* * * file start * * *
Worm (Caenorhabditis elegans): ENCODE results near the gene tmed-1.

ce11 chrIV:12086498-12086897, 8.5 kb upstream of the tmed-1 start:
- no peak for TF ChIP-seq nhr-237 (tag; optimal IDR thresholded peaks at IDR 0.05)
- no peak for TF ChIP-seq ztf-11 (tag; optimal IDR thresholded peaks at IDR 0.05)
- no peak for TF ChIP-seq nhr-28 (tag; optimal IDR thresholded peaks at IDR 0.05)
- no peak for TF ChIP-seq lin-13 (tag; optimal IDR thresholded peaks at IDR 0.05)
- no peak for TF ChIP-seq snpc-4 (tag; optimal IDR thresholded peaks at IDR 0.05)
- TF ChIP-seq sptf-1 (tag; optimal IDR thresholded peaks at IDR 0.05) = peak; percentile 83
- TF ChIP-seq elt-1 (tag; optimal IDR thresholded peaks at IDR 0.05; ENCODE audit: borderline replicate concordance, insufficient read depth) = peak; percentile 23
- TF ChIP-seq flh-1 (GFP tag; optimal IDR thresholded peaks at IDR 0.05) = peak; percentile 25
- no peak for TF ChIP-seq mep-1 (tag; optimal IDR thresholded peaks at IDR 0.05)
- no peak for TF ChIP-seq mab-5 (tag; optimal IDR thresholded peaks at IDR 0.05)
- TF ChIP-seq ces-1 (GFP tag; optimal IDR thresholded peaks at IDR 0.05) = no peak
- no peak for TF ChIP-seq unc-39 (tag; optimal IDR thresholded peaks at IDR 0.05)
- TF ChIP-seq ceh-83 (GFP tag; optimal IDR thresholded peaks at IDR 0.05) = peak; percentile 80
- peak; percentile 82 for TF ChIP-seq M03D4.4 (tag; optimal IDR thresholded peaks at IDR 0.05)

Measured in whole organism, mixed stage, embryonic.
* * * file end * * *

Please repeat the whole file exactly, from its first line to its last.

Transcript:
Worm (Caenorhabditis elegans): ENCODE results near the gene tmed-1.

ce11 chrIV:12086498-12086897, 8.5 kb upstream of the tmed-1 start:
- no peak for TF ChIP-seq nhr-237 (tag; optimal IDR thresholded peaks at IDR 0.05)
- no peak for TF ChIP-seq ztf-11 (tag; optimal IDR thresholded peaks at IDR 0.05)
- no peak for TF ChIP-seq nhr-28 (tag; optimal IDR thresholded peaks at IDR 0.05)
- no peak for TF ChIP-seq lin-13 (tag; optimal IDR thresholded peaks at IDR 0.05)
- no peak for TF ChIP-seq snpc-4 (tag; optimal IDR thresholded peaks at IDR 0.05)
- TF ChIP-seq sptf-1 (tag; optimal IDR thresholded peaks at IDR 0.05) = peak; percentile 83
- TF ChIP-seq elt-1 (tag; optimal IDR thresholded peaks at IDR 0.05; ENCODE audit: borderline replicate concordance, insufficient read depth) = peak; percentile 23
- TF ChIP-seq flh-1 (GFP tag; optimal IDR thresholded peaks at IDR 0.05) = peak; percentile 25
- no peak for TF ChIP-seq mep-1 (tag; optimal IDR thresholded peaks at IDR 0.05)
- no peak for TF ChIP-seq mab-5 (tag; optimal IDR thresholded peaks at IDR 0.05)
- TF ChIP-seq ces-1 (GFP tag; optimal IDR thresholded peaks at IDR 0.05) = no peak
- no peak for TF ChIP-seq unc-39 (tag; optimal IDR thresholded peaks at IDR 0.05)
- TF ChIP-seq ceh-83 (GFP tag; optimal IDR thresholded peaks at IDR 0.05) = peak; percentile 80
- peak; percentile 82 for TF ChIP-seq M03D4.4 (tag; optimal IDR thresholded peaks at IDR 0.05)

Measured in whole organism, mixed stage, embryonic.